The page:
I've decided to give some small sense of the type of material that might arrive snuggled within the folded corners of a Ficus strangulensis mailart envelope, so here you have it:
Ficus strangulensis, [A Mailart Extravaganza] (16 Nov 2004)
We start with the envelope, which serves as the background of this picture. Fike has taken a marksman's target, filled with holes, and placed it above some text (a rough-and-ready method of collage), and entitled it "Balso Snell 04." The title baffles me, and I'm quite familiar with the work of Nathanael West, including his Dream Life of Balso Snell. This was West's first novel, a failed surrealistic novel where our protagonist must move through the body of a large wooden horse, finally emerging as an excretum. It's been decades since I've read the book, but that's my general recollection.
I once proposed a mini-course for Freshman at Syracuse University on Nathanael West that would have examined his two great novels (Miss Lonelyhearts and Day of the Locust) and his two failures (Balso Snell itself and A Cool Million, a breezy rewriting of Candide). The idea was that we could examine what it was that made good fiction good. The English department, unfortunately, saw no point in teaching "bad" books, so I had to settle for a mini-course on the modern novella, which was fine.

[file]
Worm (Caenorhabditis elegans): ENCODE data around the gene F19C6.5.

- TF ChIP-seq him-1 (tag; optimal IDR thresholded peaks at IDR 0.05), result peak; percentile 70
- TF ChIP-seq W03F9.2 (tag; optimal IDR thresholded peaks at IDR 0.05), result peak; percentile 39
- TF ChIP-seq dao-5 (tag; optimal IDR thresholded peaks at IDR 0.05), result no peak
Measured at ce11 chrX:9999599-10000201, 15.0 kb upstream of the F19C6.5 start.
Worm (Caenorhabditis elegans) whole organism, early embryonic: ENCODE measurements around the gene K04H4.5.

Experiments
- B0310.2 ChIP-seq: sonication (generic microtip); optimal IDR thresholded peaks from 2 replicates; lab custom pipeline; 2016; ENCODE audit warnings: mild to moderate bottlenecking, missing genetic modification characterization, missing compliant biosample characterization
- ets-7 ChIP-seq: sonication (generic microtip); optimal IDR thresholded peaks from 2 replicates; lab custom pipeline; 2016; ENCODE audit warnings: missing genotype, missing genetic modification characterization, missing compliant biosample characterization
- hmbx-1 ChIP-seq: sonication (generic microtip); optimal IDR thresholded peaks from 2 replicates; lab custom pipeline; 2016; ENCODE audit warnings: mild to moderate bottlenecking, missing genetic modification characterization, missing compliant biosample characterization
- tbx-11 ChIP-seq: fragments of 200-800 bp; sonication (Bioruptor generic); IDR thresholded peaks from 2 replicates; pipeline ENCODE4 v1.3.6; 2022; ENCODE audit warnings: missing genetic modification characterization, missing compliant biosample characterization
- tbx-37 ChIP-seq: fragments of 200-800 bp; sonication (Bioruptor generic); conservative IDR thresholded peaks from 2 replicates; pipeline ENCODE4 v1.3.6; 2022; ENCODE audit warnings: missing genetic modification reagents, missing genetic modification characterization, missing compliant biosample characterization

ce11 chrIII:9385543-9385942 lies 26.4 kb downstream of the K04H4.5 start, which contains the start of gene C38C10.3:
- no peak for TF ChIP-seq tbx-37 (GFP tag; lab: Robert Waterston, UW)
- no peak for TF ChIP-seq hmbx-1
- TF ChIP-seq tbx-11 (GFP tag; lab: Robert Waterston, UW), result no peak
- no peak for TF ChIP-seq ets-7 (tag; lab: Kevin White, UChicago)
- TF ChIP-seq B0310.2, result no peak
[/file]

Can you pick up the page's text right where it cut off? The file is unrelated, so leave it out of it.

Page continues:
The rest of the disemboweled innards of this envelope include Fike's usual table of recent mailart activity (with comments and a note on his new exercise program), a few mailart cards, a treated corner of a mailart card he'd received, a slip of orange paper with a firearms warning, and a card catalog card for Milton Ridvas Konvitz' Constitution and Civil Rights. Since this last has come from Rensselaer Polytechnic Institute (which now prefers to go by its initials, RPI), in nearby Troy, New York, Fike notes,
Got this from MALOK [Waukau-Wisconsin-based mailartist] (& He . . . maybe from Alan Catlin [Schenectady-based poet, who lives a couple of blocks from me, but whom I've never met]?) or Geof Huth?
Well, not from me.
un violon d'ingres